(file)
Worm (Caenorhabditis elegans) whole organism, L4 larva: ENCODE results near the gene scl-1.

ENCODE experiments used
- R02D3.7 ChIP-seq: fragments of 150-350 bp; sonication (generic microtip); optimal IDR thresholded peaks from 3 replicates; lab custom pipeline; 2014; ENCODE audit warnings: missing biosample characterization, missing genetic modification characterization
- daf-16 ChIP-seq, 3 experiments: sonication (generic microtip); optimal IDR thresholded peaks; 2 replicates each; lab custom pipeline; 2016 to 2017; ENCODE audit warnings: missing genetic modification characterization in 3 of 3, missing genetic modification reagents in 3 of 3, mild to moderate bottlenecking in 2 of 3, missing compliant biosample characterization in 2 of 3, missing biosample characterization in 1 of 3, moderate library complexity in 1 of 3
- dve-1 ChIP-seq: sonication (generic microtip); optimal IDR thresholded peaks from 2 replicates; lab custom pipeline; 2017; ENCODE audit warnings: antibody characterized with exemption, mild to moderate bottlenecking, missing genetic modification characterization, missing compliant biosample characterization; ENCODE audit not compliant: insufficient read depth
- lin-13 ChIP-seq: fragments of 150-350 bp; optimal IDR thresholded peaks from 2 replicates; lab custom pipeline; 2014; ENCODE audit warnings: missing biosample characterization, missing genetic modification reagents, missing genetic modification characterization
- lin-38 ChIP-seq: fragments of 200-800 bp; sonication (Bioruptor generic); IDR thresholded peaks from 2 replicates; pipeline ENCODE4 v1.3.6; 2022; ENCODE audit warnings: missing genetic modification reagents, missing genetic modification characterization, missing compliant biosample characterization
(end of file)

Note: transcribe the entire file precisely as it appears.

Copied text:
Worm (Caenorhabditis elegans) whole organism, L4 larva: ENCODE results near the gene scl-1.

ENCODE experiments used
- R02D3.7 ChIP-seq: fragments of 150-350 bp; sonication (generic microtip); optimal IDR thresholded peaks from 3 replicates; lab custom pipeline; 2014; ENCODE audit warnings: missing biosample characterization, missing genetic modification characterization
- daf-16 ChIP-seq, 3 experiments: sonication (generic microtip); optimal IDR thresholded peaks; 2 replicates each; lab custom pipeline; 2016 to 2017; ENCODE audit warnings: missing genetic modification characterization in 3 of 3, missing genetic modification reagents in 3 of 3, mild to moderate bottlenecking in 2 of 3, missing compliant biosample characterization in 2 of 3, missing biosample characterization in 1 of 3, moderate library complexity in 1 of 3
- dve-1 ChIP-seq: sonication (generic microtip); optimal IDR thresholded peaks from 2 replicates; lab custom pipeline; 2017; ENCODE audit warnings: antibody characterized with exemption, mild to moderate bottlenecking, missing genetic modification characterization, missing compliant biosample characterization; ENCODE audit not compliant: insufficient read depth
- lin-13 ChIP-seq: fragments of 150-350 bp; optimal IDR thresholded peaks from 2 replicates; lab custom pipeline; 2014; ENCODE audit warnings: missing biosample characterization, missing genetic modification reagents, missing genetic modification characterization
- lin-38 ChIP-seq: fragments of 200-800 bp; sonication (Bioruptor generic); IDR thresholded peaks from 2 replicates; pipeline ENCODE4 v1.3.6; 2022; ENCODE audit warnings: missing genetic modification reagents, missing genetic modification characterization, missing compliant biosample characterization